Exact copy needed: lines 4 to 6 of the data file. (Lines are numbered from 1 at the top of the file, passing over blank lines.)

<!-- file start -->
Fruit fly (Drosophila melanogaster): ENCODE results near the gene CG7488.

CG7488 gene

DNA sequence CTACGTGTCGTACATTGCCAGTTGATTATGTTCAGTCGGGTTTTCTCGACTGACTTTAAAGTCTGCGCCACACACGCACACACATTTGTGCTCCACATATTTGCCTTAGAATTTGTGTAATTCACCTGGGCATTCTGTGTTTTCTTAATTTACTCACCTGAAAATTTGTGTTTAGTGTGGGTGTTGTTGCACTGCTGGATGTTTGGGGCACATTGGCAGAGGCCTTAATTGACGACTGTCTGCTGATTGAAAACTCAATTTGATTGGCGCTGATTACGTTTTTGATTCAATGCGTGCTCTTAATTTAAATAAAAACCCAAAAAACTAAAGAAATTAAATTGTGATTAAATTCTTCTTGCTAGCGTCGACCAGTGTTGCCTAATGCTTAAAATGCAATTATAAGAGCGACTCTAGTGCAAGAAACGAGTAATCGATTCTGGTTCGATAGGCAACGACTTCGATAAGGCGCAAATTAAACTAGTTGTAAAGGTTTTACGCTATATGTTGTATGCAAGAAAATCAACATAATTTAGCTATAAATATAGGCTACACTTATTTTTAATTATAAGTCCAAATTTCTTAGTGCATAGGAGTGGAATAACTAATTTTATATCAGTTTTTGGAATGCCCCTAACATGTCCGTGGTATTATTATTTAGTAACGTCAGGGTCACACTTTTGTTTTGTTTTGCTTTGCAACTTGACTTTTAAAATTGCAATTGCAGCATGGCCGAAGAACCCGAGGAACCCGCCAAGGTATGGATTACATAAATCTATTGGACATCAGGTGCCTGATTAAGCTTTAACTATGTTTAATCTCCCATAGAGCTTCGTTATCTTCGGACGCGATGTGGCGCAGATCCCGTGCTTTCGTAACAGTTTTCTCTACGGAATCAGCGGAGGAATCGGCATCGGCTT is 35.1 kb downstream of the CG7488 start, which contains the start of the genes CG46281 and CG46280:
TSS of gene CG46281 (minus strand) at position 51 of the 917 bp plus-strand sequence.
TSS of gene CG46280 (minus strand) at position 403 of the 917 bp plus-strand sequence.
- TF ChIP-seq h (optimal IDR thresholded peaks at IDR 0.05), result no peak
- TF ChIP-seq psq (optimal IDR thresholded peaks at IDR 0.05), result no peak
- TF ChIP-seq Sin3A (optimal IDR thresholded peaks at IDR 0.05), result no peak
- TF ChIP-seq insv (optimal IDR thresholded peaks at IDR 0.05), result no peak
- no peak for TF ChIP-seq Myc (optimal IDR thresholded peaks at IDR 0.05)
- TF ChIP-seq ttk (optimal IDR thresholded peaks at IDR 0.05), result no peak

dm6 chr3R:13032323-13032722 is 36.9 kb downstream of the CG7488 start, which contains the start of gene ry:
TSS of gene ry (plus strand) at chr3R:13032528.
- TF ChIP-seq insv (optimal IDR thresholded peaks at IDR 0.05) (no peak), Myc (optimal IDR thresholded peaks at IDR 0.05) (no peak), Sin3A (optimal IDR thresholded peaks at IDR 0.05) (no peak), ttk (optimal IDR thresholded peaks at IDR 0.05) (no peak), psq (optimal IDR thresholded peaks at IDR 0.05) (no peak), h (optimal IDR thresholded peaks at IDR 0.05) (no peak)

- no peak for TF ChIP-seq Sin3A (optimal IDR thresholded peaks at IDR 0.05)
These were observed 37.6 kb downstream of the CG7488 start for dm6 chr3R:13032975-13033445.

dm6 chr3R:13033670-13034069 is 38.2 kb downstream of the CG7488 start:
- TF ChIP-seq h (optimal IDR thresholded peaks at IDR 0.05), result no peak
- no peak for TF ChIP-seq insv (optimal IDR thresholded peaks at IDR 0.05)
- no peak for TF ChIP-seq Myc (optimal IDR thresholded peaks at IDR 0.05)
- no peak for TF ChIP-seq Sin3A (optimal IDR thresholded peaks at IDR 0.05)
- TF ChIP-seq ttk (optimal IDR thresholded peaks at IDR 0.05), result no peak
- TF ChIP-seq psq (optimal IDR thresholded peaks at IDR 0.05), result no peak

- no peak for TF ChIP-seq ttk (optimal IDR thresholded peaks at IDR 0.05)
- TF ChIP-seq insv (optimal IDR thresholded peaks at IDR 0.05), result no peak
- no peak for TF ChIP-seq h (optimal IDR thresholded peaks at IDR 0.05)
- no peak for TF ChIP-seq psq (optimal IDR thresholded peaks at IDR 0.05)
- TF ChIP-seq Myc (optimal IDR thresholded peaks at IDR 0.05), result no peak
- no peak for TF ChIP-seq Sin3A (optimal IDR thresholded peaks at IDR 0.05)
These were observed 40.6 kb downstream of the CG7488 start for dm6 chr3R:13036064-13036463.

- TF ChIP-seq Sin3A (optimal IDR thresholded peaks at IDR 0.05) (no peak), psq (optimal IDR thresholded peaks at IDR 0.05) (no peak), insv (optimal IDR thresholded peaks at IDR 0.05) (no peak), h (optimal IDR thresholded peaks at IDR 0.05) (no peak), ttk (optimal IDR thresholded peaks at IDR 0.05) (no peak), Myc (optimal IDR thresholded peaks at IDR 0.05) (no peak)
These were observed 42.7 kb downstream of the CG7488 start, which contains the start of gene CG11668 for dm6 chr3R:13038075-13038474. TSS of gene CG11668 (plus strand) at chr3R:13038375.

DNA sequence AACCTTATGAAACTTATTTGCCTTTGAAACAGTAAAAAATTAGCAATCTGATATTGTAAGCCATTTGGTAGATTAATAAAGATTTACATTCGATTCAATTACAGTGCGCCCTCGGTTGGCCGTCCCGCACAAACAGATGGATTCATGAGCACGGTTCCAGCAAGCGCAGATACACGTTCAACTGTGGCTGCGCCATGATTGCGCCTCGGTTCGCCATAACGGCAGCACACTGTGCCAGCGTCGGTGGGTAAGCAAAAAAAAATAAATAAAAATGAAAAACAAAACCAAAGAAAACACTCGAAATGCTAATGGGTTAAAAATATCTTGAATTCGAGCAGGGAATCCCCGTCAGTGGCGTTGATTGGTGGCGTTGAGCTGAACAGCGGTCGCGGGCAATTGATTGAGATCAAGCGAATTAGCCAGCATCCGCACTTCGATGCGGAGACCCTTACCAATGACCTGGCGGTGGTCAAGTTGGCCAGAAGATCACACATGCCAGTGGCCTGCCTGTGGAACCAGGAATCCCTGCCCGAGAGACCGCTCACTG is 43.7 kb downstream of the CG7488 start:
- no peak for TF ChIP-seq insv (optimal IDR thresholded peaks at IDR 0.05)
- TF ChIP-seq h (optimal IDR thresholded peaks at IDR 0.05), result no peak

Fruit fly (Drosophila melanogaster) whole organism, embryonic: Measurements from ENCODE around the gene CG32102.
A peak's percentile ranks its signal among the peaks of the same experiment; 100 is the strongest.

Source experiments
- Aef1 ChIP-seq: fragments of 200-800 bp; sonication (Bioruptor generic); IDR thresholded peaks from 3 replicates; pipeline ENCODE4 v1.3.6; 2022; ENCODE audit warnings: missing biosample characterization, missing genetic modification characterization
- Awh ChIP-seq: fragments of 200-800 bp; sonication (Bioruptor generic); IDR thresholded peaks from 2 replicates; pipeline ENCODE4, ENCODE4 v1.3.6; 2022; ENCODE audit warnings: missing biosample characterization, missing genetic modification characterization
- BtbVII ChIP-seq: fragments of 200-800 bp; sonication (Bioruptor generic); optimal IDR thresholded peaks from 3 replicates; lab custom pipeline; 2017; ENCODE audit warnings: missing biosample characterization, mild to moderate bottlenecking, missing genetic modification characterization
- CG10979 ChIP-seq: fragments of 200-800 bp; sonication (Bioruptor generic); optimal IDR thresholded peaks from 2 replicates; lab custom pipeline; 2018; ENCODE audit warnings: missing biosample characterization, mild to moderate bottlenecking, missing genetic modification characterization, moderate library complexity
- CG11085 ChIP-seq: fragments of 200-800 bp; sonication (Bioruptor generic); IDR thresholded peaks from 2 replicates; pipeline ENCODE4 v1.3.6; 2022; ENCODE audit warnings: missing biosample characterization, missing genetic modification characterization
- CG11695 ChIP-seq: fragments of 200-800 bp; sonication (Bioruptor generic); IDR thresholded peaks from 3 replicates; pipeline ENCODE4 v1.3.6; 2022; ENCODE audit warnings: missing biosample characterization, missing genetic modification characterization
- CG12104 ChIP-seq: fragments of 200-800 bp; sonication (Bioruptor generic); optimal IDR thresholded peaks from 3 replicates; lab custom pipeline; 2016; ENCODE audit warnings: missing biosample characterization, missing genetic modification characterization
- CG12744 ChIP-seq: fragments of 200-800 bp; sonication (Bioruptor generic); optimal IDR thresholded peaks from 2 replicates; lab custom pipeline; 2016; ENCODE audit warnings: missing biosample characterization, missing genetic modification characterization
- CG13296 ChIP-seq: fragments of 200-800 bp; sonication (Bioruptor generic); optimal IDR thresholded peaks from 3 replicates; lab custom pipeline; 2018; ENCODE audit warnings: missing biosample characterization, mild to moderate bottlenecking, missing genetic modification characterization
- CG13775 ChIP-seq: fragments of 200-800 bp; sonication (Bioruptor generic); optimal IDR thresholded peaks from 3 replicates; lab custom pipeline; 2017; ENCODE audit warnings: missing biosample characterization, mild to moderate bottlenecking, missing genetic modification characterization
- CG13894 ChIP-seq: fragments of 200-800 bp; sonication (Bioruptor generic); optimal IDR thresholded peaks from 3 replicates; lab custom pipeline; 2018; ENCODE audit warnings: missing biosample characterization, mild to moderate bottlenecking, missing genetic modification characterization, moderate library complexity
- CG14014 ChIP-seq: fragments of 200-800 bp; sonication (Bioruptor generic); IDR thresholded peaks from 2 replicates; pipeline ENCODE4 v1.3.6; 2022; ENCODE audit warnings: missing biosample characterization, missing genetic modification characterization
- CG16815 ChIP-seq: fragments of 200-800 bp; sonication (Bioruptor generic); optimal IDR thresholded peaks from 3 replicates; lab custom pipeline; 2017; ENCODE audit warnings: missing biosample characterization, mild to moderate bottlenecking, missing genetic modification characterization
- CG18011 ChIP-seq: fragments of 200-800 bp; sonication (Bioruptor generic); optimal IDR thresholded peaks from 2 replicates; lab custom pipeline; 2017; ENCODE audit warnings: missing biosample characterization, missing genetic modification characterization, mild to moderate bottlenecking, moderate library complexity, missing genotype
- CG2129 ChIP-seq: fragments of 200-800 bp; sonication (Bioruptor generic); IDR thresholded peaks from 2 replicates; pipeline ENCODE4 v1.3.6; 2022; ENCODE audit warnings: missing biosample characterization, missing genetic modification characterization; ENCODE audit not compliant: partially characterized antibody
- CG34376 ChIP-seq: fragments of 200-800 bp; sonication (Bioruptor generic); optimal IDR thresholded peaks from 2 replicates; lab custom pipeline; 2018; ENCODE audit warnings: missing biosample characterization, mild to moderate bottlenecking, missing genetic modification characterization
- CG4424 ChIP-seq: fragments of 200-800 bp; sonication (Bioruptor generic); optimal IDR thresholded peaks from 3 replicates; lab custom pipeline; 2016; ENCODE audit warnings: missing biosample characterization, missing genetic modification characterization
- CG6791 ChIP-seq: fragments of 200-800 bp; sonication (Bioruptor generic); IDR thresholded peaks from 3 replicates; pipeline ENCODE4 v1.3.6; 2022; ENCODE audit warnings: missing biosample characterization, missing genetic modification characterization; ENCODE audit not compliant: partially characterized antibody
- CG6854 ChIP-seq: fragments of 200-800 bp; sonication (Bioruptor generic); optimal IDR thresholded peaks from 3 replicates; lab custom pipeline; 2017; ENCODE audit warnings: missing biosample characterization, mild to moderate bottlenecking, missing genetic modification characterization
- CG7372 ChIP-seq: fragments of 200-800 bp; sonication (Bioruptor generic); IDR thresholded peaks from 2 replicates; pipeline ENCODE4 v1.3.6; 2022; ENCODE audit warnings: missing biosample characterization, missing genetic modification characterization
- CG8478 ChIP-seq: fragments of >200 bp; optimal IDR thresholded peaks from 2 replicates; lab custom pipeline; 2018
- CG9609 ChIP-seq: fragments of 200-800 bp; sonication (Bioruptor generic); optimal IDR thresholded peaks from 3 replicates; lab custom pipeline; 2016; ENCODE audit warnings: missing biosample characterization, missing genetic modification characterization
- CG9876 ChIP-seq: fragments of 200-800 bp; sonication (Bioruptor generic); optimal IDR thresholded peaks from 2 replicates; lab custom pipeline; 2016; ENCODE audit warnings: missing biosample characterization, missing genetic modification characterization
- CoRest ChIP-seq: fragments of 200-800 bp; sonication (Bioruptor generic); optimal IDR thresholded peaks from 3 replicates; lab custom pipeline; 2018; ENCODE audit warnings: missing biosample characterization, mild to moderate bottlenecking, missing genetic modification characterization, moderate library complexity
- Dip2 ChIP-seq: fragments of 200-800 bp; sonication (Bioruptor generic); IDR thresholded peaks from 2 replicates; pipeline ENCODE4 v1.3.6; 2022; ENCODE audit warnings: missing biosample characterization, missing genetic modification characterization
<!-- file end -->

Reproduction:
TSS of gene CG46281 (minus strand) at position 51 of the 917 bp plus-strand sequence.
TSS of gene CG46280 (minus strand) at position 403 of the 917 bp plus-strand sequence.
- TF ChIP-seq h (optimal IDR thresholded peaks at IDR 0.05), result no peak